In cases based on quasi-contract liability, the intention of the parties is entirely disregarded, while in cases of express contracts and contracts implied in fact the intention is of the essence of the transaction. In the case of actual contracts the agreement defines the duty, while in the case of quasi-contracts the duty defines the contract. Where a case shows that it is the duty of the defendant to pay, the law imparts to him a promise to fulfill that obligation. The duty which thus forms the foundation of a quasi-contractual obligation is frequently based on the doctrine of unjust enrichment. It rests on the equitable principle that a person shall not be allowed to enrich himself unjustly at the expense of another, and on the principle of whatsoever it is certain a man ought to do, that the law supposes him to have promised to do.
Defendant sold a home to decedent who ordered shrubbery from the plaintiffs to be placed on the property. The shrubbery was placed on the property but the decedent died before payment was made to the plaintiffs. Defendant sold the home with the shrubbery on the property. Plaintiffs then sued the defendant for unjust enrichment received from the increase in the value to the property because of the shrubbery.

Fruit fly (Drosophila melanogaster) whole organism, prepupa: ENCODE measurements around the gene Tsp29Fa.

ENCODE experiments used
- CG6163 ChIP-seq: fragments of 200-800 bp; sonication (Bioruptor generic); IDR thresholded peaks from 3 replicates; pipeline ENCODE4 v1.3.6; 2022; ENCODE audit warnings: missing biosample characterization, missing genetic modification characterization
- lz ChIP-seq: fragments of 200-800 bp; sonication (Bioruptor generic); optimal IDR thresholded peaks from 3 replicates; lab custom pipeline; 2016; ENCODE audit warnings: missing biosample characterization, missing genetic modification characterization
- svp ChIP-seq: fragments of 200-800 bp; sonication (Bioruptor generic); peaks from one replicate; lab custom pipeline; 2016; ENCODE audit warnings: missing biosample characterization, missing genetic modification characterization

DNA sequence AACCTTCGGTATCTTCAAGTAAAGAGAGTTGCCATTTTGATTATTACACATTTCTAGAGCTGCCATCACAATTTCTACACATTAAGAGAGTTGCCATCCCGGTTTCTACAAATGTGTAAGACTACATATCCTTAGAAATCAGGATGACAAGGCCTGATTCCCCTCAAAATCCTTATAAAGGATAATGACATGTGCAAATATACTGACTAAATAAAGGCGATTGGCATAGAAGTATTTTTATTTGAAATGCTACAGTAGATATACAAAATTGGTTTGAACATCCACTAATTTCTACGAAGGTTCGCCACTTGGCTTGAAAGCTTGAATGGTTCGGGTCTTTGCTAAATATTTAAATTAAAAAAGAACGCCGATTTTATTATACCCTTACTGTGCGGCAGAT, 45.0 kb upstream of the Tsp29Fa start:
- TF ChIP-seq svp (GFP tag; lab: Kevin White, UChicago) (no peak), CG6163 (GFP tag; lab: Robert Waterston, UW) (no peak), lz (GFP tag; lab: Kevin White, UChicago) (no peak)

Must Defendant pay the plaintiffs for the shrubbery based on quasi-contract?
The court stated that plaintiffs had no cause of action against defendant for unjust enrichment. To receive value for the shrubbery, plaintiffs had to sue decedent's estate. In the instant case the plaintiffs entered into an express contract with decedent and looked to him for payment. They had no dealings with defendant, and did not expect remuneration from it when they provided the shrubbery. No issue of mistake on the part of plaintiffs is involved. Under the existing circumstances we believe it would be inequitable to hold defendant liable. Plaintiffs' remedy is against decedent's estate, since they contracted with and expected payment to be made by Pendergast when the benefit was conferred. A plaintiff is not entitled to employ the legal fiction of quasi-contract to "substitute one promisor or debtor for another."